by Snow Li and Marie Kodama
One of the major shifts in Common Core is a push to have students engage deeply with authentic texts, especially texts that reflect a diverse range of topics and cultures from around the world. The hope is that these texts will “support students in systematically developing knowledge about the world” (Key Shifts in English Language Arts). As members of the ELA Assessment team, we face the complex and fascinating task of defining “authentic” for the schools and communities that we partner with.
When the two of us consider what this all means, we reflect on how our unique identities impacted our own K-12 education. Both of us are women. We are both Asian Americans. We both immigrated to the country at an early age (one of us from China, the other from Japan). And we were both English Language Learners for the majority of our elementary years.
We often bond over experiences, such as using bilingual flashcards to communicate with our teachers (“I think I have a stomachache. Can I go to the nurse’s office?”) or excitedly, but cautiously, navigating the school cafeteria (“Why are they called chicken fingers?”). We also have in common a deep love of reading, made evident by our choice to become literacy specialists in an education non-profit.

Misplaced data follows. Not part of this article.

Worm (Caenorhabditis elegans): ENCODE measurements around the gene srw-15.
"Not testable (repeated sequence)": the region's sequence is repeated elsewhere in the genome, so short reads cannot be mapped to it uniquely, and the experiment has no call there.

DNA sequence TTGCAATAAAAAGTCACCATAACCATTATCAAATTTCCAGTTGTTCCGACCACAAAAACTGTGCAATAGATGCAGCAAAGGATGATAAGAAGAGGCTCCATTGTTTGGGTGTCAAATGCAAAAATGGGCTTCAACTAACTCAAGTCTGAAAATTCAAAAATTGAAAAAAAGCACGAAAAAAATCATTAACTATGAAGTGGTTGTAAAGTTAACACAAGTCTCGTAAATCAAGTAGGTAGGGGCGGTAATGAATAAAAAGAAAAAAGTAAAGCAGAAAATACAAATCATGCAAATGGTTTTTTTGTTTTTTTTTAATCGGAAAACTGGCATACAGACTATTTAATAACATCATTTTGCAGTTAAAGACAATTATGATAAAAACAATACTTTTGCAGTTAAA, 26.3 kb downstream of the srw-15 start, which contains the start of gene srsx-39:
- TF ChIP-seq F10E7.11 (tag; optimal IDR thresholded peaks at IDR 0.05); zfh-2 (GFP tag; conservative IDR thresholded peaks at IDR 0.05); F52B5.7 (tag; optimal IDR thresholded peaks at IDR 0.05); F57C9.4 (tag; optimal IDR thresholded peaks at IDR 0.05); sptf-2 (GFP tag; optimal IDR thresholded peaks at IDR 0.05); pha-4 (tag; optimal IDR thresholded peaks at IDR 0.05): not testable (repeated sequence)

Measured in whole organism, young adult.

When we think back to the texts we encountered in schools, we recall mostly anthologies and textbooks. While these texts were fodder for many rich classroom discussions and fostered our love for the written word, they also fell short by reflecting a narrow range of cultures and histories. This mainstream narrative often marginalized the perspectives and stories of populations that were either wholly excluded or misrepresented.
Texts like these signaled to students who and what was worth learning about—and this usually did not include the minority pieces of our personal identities. For us, the key shift called for by the writers of the Common Core is deeply meaningful and much needed.
Assessments, even those that are formative, carry an aura of being official and factual, just as school textbooks do. When we make decisions about passages to place on our assessments, we have the opportunity to provide texts that both accurately reflect the identities of the students we serve and expose them to unfamiliar cultures. We see the call for “authenticity” as a way to challenge mainstream narratives, expand inclusive perspectives, and ultimately better serve students.
Where are we now and what have we learned?